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A couple years ago a friend in a summer job decided that his summer firm needed a bugmaster, the catch being that he didn't quite know what one was. So he asked me if I'd written anything on the subject. I hadn't, and that ball was dropped. A couple months ago someone at Novell asked 'well, how do you deal with all these incoming bugs? Doesn't it drive your engineers insane?' The answer, again, was 'bugmaster.' But again, it was a little hard to describe what a bugmaster is, or why exactly it makes sense for large projects to have them. Hopefully this paper will fill that gap, and help explain why a bugmaster makes sense for many projects, and what a good (and great) bugmaster looks like.
Bugmastering in a nutshell: The bugmaster voraciously reads as many bugs as possible, and attempts to help the organization deal with those bugs by constantly improving the quality of the bug information hackers/developers, leaders/managers, and QA/volunteers have.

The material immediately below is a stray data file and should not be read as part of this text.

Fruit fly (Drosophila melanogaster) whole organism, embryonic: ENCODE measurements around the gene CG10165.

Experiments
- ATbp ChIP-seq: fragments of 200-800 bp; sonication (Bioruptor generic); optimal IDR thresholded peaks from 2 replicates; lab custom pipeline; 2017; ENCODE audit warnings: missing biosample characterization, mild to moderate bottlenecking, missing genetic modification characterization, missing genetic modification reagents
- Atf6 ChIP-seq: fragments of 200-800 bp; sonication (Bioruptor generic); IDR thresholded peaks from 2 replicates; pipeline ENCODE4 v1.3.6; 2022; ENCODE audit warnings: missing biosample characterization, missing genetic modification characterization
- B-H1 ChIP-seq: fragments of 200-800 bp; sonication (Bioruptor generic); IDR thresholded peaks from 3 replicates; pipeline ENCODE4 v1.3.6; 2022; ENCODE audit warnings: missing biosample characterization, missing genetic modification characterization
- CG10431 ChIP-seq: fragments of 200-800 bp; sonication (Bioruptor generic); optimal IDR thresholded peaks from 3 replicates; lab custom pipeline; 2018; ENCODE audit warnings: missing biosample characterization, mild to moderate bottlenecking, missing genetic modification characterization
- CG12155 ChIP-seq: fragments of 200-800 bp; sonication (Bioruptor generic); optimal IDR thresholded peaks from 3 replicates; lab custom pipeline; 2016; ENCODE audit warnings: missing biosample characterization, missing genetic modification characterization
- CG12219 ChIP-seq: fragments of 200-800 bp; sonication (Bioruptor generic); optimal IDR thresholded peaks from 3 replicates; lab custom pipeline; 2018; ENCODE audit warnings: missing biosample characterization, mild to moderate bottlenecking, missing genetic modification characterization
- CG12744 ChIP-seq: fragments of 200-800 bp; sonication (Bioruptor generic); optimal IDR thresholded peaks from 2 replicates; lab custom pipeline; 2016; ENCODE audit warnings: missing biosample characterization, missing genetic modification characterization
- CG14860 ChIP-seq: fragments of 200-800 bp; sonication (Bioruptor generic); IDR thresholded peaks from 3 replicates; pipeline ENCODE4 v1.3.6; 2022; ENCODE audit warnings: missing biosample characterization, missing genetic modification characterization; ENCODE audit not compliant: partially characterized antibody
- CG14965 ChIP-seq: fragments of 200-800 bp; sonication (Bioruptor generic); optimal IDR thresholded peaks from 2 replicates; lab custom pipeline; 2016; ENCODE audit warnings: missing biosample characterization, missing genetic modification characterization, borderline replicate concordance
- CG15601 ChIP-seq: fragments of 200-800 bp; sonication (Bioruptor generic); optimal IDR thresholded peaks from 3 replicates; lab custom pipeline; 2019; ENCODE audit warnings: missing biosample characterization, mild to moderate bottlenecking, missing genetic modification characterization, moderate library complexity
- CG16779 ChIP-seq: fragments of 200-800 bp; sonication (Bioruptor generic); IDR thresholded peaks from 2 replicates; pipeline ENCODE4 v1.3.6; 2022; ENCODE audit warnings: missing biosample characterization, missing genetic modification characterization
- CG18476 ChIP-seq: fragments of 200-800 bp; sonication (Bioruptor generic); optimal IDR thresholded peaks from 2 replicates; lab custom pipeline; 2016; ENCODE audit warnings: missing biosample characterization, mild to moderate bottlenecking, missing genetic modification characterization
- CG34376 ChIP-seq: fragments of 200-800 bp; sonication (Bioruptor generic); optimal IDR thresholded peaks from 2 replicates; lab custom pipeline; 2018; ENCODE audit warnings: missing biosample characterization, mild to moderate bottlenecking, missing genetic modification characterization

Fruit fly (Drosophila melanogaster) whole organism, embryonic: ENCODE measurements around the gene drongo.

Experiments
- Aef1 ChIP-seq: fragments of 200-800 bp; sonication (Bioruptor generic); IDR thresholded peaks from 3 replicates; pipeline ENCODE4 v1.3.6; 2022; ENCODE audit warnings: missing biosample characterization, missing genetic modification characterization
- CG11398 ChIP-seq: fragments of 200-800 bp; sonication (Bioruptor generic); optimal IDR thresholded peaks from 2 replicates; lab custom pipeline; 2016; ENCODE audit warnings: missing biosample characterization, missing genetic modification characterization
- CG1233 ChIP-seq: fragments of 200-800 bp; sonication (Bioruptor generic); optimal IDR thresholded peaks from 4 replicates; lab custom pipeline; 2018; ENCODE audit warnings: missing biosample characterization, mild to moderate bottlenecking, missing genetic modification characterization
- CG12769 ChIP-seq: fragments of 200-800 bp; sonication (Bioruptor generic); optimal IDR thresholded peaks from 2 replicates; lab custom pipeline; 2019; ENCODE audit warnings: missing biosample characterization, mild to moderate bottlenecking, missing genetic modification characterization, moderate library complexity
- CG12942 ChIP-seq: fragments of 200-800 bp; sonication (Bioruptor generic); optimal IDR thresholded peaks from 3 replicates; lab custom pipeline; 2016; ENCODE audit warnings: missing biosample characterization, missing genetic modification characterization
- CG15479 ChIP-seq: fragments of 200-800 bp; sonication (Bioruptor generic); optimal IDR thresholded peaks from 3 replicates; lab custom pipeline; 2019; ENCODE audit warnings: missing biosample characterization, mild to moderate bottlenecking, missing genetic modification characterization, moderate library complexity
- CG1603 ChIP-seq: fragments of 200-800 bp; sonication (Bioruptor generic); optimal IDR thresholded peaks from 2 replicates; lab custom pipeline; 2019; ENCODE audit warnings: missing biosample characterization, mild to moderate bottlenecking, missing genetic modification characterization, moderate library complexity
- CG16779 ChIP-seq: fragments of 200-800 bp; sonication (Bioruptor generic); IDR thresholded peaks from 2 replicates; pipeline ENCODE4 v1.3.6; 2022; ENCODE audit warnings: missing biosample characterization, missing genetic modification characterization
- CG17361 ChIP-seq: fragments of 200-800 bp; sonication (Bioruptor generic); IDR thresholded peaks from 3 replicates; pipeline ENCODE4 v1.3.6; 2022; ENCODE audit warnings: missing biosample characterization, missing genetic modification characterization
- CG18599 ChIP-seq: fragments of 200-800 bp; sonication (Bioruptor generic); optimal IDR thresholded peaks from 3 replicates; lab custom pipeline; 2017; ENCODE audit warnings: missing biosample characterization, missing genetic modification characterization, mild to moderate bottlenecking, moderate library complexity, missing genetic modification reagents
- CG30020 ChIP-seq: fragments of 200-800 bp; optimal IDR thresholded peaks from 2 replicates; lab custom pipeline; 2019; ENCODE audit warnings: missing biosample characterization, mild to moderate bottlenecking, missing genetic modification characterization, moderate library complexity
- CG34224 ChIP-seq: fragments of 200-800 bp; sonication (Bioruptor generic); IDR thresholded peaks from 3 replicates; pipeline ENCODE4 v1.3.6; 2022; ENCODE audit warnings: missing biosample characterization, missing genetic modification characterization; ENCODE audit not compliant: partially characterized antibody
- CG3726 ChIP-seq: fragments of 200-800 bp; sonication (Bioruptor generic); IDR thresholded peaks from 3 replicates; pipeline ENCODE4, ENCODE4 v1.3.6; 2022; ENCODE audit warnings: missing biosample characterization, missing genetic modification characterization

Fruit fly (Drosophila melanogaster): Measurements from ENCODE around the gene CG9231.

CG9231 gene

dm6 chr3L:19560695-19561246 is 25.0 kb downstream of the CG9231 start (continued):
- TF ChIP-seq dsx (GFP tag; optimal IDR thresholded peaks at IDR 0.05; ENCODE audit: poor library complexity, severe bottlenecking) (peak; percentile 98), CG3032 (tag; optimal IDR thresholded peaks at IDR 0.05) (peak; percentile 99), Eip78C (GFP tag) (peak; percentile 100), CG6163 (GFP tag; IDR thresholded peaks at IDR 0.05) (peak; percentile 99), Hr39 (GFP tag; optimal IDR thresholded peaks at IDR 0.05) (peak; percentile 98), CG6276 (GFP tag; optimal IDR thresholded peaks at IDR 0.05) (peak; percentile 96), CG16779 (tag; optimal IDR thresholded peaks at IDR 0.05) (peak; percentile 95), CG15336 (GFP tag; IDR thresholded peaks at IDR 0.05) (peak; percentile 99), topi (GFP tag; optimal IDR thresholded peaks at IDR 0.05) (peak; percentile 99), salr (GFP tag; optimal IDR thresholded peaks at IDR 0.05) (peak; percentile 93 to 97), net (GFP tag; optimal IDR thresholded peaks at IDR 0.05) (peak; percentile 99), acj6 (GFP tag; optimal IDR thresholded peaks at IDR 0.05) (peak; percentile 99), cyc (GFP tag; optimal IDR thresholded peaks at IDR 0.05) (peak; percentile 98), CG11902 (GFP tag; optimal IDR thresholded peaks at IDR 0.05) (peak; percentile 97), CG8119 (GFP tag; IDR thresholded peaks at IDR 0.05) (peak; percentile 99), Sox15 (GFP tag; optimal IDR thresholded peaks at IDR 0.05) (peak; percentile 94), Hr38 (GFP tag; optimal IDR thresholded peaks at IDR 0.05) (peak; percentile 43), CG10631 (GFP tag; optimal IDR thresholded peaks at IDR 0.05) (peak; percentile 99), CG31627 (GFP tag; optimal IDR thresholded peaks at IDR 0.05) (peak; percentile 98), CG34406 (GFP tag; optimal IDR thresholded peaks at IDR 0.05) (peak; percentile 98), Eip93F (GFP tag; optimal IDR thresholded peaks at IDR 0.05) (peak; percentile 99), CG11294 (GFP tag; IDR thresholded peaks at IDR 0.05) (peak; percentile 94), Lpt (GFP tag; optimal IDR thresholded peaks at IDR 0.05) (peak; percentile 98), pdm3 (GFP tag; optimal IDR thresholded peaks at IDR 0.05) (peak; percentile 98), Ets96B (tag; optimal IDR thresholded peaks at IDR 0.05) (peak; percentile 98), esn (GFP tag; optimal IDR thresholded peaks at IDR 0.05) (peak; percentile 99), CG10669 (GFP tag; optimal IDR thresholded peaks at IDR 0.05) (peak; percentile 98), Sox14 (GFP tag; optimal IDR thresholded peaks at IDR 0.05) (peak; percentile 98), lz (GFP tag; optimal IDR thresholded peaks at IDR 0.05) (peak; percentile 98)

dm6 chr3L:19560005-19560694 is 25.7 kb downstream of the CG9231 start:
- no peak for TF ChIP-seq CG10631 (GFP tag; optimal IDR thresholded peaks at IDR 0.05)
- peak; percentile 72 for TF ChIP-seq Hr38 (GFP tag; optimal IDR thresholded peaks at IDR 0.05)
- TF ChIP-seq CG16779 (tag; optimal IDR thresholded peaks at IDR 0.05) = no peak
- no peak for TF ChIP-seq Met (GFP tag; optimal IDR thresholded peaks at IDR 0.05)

Most frequently, improving bug information means triage- the process of assigning bugs severity and priority, to help developers allocate their bug-fixing time, and cleaning the system of bugs which are in some way not useful- duplicate bugs, incomplete bugs, and bugs which have been fixed but not marked as such in a bug tracker. But it also can take a number of other forms. Among these would be mediating between developers and bug reporters in disagreements; working with duplicates; disambiguating bugs filed by non-skilled volunteers; helping other volunteers work with bugs and the bug system; training hackers and managers in good and consistent bug tracking processes; and helping hackers (or managers) better understand the state of their own project. All of these roles are important for a large software project to be really effective, and they are all too easy for projects (both open and proprietary) to overlook or do poorly, despite best intents.